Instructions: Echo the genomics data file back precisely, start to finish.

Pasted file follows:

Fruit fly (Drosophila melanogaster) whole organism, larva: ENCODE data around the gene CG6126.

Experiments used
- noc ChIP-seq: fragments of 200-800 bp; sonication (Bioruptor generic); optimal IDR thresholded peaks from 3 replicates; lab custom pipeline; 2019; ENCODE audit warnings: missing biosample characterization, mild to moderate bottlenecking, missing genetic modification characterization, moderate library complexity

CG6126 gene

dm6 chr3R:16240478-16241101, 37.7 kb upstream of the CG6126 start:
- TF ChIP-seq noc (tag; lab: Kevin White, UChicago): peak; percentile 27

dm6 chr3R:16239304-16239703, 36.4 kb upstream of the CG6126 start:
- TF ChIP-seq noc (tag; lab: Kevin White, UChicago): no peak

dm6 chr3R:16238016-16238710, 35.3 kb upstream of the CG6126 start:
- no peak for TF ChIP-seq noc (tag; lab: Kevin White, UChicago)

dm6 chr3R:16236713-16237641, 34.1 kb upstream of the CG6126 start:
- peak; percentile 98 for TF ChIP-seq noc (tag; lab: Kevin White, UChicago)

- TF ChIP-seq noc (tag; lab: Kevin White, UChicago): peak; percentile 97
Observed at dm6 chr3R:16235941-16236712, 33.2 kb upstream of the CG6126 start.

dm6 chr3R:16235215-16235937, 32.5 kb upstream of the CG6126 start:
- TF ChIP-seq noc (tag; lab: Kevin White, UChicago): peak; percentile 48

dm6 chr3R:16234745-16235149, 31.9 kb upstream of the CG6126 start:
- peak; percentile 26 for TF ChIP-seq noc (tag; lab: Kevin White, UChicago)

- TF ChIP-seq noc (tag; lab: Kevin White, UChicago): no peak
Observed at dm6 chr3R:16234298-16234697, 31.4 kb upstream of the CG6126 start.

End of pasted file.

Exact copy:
Fruit fly (Drosophila melanogaster) whole organism, larva: ENCODE data around the gene CG6126.

Experiments used
- noc ChIP-seq: fragments of 200-800 bp; sonication (Bioruptor generic); optimal IDR thresholded peaks from 3 replicates; lab custom pipeline; 2019; ENCODE audit warnings: missing biosample characterization, mild to moderate bottlenecking, missing genetic modification characterization, moderate library complexity

CG6126 gene

dm6 chr3R:16240478-16241101, 37.7 kb upstream of the CG6126 start:
- TF ChIP-seq noc (tag; lab: Kevin White, UChicago): peak; percentile 27

dm6 chr3R:16239304-16239703, 36.4 kb upstream of the CG6126 start:
- TF ChIP-seq noc (tag; lab: Kevin White, UChicago): no peak

dm6 chr3R:16238016-16238710, 35.3 kb upstream of the CG6126 start:
- no peak for TF ChIP-seq noc (tag; lab: Kevin White, UChicago)

dm6 chr3R:16236713-16237641, 34.1 kb upstream of the CG6126 start:
- peak; percentile 98 for TF ChIP-seq noc (tag; lab: Kevin White, UChicago)

- TF ChIP-seq noc (tag; lab: Kevin White, UChicago): peak; percentile 97
Observed at dm6 chr3R:16235941-16236712, 33.2 kb upstream of the CG6126 start.

dm6 chr3R:16235215-16235937, 32.5 kb upstream of the CG6126 start:
- TF ChIP-seq noc (tag; lab: Kevin White, UChicago): peak; percentile 48

dm6 chr3R:16234745-16235149, 31.9 kb upstream of the CG6126 start:
- peak; percentile 26 for TF ChIP-seq noc (tag; lab: Kevin White, UChicago)

- TF ChIP-seq noc (tag; lab: Kevin White, UChicago): no peak
Observed at dm6 chr3R:16234298-16234697, 31.4 kb upstream of the CG6126 start.